One of our Seton Hall students told a great story last weekend about the value of being open to learning from students. This superintendent wanted to learn more about podcasting and signed up for a workshop at a local school. He knew, however, that the technology would probably be a bit over his head, so he invited one of his students to go along with him. Sure enough, within a short time, the superintendent was feeling overwhelmed, but “Travis” kept nodding his head reassuringly. When they left, Travis told him that everything was under control, and he’s since taken a lead role at getting podcasting going at the school. And the best part for the superintendent is that Travis is just a freshman. “I’ve found a tech mentor who will be here for three more years,” he said.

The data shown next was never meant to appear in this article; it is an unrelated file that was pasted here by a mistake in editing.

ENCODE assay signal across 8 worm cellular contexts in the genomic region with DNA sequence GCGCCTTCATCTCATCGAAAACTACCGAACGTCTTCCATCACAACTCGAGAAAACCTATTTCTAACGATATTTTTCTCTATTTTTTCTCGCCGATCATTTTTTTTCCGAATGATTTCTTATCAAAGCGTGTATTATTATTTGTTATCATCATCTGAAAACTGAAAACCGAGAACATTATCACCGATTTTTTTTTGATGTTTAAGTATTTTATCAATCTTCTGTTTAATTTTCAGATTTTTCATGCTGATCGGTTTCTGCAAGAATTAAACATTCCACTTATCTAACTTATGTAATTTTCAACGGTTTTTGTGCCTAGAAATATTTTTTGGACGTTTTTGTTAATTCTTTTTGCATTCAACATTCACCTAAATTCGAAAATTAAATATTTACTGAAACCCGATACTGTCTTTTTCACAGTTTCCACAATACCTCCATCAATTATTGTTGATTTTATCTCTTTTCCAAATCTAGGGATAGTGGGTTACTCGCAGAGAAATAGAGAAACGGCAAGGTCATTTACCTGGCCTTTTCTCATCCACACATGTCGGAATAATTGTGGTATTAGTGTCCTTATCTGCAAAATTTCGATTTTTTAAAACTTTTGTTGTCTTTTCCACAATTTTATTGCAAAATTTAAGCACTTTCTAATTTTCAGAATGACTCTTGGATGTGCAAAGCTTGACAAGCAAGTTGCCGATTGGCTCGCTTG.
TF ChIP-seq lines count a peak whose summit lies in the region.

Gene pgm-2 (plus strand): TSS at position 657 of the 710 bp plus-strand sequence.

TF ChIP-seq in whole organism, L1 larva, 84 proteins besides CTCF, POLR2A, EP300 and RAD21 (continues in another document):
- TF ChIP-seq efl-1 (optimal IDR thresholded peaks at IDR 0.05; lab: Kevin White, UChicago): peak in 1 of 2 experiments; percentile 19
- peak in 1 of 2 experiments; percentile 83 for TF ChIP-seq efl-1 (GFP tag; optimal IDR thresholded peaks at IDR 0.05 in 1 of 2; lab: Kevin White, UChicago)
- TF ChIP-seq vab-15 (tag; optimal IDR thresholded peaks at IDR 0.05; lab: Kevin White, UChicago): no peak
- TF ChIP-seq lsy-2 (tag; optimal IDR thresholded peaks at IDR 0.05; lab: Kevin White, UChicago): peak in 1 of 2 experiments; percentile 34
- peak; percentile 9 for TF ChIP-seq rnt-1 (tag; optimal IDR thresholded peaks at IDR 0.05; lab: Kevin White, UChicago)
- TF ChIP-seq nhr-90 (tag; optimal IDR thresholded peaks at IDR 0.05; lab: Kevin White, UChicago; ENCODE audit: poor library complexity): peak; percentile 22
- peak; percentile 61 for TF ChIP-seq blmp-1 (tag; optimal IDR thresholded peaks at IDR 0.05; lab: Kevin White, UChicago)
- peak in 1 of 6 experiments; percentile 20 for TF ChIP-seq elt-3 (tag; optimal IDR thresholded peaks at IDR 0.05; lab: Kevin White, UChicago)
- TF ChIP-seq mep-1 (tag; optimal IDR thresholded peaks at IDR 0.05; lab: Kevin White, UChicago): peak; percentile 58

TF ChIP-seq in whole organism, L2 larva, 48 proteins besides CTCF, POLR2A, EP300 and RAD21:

Alan repeats this consistently at his workshops, but I have yet to see anyone at one of my trainings have a student next to him or her. Why not? Why wouldn’t we want to tap into the interest that some of our kids have in technology, and the natural desire to help and to teach? I bet most conferences would comp a student if we wanted to bring one, and I know that we’d love to have students participate in the workshops we do for teachers at our school. Do we feel threatened? Embarrassed?
These days, our students can teach us (and the world, for that matter) a great deal. If we let them.
Great post – love this idea for all both administrators and teachers!